Workshop on Partial Differential Equations in Geometry and Physics

PDEs are among the most powerful tools in both geometry and physics. Fundamental geo- metric problems like the Poincare conjecture have been solved with PDEs, and the basic field equations of physics, like those of Maxwell or Einstein, are expressed in terms of PDEs. Usually, those PDEs involve some singularities. For instance, the boundary or the underlying space could be singular. Or the data or the PDE itself could have singularities. Most importantly, how- ever, solutions of nonlinear PDEs can by themselves develop singularities. Understanding these singularities then is crucial for the underlying geometric or physical problem.

In recent years, substantial advances have been made in understanding various PDEs and their singularities in problems from geometry and physics. We want to bring together some of the contributors from China and abroad to take account of what has been achieved, what methods and techniques are available, and most importantly, to set the stage for future advances. We therefore intentionally bring people with different knowledge and different backgrounds together, ranging from abstract and nonlinear analysis to geometry and mathematical physics, in order to explore new connections between analysis, geometry, and physics, in particular quantum field theory and related fields.

Many (but not all) of the PDEs that are important in geometry and physics arise from variation- al problems. One can therefore try to solve them either by minimizing or saddle point methods or by studying the corresponding heat flow. Comparing these approaches often yields additional insight.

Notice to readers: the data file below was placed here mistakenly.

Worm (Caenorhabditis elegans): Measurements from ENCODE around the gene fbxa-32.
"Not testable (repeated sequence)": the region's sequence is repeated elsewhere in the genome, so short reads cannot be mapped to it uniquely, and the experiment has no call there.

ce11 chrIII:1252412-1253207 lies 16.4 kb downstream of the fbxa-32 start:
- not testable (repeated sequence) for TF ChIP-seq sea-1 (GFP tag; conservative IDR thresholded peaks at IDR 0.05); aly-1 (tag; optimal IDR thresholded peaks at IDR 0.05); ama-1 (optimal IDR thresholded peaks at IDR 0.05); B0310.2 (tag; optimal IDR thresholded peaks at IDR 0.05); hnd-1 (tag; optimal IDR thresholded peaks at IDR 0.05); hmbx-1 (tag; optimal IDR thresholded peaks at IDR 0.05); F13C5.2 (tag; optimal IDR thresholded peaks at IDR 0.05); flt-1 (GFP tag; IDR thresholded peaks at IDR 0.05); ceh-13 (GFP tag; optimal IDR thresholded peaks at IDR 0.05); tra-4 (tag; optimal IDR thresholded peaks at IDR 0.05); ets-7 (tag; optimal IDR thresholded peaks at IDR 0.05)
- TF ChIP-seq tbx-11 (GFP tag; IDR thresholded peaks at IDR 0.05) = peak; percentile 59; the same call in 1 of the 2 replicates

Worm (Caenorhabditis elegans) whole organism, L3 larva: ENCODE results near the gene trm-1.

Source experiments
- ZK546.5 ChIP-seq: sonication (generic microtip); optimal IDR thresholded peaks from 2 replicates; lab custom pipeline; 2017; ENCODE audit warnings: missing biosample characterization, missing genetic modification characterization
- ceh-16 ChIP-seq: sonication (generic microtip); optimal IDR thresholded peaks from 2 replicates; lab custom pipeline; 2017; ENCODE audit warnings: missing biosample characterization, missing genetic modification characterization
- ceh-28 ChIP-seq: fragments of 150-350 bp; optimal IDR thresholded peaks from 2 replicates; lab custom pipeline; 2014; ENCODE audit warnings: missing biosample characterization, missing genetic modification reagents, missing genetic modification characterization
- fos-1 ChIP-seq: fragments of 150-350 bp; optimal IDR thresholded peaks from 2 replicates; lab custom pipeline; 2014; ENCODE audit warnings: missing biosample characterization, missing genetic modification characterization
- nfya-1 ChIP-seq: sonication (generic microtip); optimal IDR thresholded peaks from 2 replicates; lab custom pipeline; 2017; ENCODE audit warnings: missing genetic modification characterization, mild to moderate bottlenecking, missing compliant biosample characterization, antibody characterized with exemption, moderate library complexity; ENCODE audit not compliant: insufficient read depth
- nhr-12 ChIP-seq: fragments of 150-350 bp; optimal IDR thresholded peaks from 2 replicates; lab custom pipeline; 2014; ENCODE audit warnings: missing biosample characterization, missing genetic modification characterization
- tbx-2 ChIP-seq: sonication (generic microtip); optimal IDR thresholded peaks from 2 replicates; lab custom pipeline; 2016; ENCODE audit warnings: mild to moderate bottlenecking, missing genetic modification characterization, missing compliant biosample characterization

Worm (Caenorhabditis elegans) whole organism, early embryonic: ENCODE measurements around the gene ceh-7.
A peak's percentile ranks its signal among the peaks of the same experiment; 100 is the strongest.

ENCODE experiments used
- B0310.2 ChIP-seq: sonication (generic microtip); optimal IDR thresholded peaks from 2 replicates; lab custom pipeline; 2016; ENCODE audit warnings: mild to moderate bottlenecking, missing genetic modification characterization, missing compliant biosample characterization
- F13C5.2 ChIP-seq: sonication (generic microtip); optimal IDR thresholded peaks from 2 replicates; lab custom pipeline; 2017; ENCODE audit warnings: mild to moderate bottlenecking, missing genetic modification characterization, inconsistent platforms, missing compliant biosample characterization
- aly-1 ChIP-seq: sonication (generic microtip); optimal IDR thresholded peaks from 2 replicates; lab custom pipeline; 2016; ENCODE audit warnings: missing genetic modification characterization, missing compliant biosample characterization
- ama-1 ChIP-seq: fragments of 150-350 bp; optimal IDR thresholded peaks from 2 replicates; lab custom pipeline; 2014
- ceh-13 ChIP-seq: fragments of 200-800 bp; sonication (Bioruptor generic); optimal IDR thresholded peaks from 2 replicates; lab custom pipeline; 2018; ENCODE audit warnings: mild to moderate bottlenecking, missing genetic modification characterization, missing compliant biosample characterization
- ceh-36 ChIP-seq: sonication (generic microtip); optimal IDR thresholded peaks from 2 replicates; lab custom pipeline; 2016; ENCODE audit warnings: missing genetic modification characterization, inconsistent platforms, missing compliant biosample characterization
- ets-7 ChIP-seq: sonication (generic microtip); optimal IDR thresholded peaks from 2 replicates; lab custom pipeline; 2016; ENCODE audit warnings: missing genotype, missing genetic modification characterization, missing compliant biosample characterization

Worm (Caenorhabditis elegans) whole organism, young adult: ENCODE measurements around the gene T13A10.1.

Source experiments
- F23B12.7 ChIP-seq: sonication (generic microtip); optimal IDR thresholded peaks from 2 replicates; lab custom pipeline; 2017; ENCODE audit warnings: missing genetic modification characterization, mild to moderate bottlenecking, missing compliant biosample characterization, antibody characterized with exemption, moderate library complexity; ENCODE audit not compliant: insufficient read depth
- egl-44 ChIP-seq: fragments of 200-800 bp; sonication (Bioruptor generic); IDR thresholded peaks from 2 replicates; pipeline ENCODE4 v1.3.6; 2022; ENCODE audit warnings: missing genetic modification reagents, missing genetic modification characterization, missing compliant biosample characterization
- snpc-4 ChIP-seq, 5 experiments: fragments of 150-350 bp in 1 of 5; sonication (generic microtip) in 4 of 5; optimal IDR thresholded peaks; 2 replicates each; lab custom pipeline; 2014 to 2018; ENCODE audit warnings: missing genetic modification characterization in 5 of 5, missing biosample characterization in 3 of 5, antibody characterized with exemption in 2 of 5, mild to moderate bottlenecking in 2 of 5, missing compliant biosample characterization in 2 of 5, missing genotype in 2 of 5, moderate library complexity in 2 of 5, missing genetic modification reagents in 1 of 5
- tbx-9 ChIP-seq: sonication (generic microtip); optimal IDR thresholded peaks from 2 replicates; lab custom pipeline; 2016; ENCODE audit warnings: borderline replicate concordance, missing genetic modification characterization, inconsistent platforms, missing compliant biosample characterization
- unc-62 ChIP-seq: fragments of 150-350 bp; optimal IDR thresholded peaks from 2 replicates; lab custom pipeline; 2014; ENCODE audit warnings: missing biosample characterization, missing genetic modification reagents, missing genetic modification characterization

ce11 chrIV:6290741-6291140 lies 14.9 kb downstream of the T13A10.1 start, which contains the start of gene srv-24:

More specifically, we shall address key topics of geometric analysis, like minimal hypersurfaces and submanifolds, harmonic maps or geometric optimization, study variational problems motivated by QFT, and also discuss specific types of singular behavior at the boundary or in the interior. A problem session towards the end of the workshop will not only take stock of the known problems in the field, but also try to identify new problems that emerge from the discussions during the workshop. We believe that the scheme of our workshop will be particularly beneficial for young mathematicians that want to get an overview of the state of the art, concerning both methods and topics, and learn about new research directions and challenging open problems.

Much of this will build upon successful cooperation between mathematicians from China and Germany, but it is important for us to also bring the different groups together and to involve some talented graduate students and postdocs. In particular, it is an explicit aim of the workshop to stimulate new collaborations.


Jurgen JostMax Planck Institute for Mathematics in the Sciences, Germany
Qun ChenWuhan University